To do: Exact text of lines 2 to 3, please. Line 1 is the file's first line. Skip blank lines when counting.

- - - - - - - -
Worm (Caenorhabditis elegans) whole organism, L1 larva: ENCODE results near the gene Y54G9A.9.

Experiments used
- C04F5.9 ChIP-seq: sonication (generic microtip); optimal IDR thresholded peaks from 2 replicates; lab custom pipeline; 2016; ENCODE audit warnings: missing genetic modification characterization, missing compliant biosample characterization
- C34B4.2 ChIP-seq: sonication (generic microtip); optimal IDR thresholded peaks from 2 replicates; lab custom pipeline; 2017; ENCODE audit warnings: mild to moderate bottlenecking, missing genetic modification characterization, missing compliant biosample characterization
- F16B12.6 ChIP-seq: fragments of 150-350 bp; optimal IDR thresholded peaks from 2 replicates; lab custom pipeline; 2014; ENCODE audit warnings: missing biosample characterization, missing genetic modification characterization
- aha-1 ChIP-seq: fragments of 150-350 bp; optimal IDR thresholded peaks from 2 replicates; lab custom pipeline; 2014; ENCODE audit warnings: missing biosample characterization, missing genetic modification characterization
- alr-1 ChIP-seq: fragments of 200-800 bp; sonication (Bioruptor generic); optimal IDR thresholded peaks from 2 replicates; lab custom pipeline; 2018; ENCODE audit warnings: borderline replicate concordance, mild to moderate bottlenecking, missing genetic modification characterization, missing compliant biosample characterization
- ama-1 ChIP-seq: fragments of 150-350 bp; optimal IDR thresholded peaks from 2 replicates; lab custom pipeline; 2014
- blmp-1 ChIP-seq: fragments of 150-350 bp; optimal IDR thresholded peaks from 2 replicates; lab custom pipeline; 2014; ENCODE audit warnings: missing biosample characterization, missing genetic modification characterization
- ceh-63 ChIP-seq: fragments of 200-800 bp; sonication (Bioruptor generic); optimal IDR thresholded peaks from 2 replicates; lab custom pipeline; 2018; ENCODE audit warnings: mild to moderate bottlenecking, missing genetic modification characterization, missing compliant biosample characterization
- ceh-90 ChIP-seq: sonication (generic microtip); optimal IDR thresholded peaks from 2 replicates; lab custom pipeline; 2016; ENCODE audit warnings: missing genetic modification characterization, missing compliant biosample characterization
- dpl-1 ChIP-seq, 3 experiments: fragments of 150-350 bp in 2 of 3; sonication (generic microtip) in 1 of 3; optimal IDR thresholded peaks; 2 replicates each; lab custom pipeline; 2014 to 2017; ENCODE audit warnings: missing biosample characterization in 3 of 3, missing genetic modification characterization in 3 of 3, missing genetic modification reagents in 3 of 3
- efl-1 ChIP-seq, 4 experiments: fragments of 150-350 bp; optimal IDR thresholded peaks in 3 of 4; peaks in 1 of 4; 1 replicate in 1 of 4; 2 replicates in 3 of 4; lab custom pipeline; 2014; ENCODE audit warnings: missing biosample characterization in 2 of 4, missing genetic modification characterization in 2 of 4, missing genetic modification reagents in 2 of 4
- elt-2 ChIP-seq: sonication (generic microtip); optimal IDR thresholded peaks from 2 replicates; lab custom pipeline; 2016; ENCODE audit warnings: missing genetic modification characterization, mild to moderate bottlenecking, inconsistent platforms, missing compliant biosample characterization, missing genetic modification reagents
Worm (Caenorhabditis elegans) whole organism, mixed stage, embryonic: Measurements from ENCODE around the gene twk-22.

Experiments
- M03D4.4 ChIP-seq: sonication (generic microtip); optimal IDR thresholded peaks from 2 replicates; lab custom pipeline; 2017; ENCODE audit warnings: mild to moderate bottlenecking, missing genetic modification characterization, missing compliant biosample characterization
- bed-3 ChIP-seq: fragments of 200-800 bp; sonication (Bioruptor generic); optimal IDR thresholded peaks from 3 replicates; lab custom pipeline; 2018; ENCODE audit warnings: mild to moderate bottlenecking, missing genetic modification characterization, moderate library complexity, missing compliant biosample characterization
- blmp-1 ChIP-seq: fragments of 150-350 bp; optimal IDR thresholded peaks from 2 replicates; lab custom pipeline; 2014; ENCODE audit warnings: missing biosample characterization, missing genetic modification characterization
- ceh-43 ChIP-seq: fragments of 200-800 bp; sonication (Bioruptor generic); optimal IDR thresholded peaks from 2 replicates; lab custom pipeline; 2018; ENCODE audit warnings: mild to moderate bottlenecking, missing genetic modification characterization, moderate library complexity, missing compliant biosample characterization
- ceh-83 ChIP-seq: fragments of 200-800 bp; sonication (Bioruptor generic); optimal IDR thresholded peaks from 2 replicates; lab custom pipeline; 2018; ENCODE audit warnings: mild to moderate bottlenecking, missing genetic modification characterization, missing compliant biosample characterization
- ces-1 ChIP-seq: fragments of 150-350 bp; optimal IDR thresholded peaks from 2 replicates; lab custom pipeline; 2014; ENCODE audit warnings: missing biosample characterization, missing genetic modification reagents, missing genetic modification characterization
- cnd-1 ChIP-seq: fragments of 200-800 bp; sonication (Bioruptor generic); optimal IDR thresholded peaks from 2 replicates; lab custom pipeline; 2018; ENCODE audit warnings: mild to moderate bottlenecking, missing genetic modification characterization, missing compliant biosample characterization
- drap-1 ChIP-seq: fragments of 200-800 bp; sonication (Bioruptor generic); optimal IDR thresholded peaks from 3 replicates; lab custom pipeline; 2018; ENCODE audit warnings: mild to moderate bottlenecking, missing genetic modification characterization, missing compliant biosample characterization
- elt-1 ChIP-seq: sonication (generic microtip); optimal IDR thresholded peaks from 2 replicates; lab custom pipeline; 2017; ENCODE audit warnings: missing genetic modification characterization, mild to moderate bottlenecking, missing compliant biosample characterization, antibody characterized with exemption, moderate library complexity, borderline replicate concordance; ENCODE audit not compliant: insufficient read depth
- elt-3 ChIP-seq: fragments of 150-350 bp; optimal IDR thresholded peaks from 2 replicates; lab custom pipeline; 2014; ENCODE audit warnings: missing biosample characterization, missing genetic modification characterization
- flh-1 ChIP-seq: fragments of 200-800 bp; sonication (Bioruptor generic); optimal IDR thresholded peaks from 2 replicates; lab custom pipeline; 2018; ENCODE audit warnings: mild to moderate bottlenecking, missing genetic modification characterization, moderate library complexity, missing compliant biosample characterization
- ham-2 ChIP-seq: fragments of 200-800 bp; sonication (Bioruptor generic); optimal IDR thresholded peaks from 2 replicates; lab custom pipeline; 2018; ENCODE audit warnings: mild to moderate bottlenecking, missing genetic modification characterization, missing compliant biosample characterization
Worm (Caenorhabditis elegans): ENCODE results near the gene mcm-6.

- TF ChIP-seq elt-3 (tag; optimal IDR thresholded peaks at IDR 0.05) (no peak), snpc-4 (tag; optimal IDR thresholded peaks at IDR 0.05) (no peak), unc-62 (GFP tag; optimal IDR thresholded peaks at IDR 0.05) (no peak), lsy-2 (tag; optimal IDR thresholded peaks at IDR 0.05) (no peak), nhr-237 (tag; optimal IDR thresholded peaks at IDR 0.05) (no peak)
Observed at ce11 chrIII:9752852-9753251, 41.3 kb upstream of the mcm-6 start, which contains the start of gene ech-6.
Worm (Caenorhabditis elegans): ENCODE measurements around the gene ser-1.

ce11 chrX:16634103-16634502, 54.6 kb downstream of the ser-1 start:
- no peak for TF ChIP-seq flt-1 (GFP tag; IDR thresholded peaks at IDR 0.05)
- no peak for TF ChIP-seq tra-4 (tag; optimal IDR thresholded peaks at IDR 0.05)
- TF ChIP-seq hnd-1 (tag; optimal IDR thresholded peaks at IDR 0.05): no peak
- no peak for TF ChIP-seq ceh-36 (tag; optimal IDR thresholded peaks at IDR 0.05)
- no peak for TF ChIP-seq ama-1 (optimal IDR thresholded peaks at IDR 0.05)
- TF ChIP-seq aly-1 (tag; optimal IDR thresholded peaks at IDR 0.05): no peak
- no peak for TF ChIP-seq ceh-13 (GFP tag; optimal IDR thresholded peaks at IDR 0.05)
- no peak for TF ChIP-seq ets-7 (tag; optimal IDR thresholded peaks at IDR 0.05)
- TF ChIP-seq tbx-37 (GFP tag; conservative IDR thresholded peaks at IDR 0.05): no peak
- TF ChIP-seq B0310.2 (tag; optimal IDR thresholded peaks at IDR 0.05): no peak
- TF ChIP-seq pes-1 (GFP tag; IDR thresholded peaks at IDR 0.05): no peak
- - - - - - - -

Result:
Experiments used
- C04F5.9 ChIP-seq: sonication (generic microtip); optimal IDR thresholded peaks from 2 replicates; lab custom pipeline; 2016; ENCODE audit warnings: missing genetic modification characterization, missing compliant biosample characterization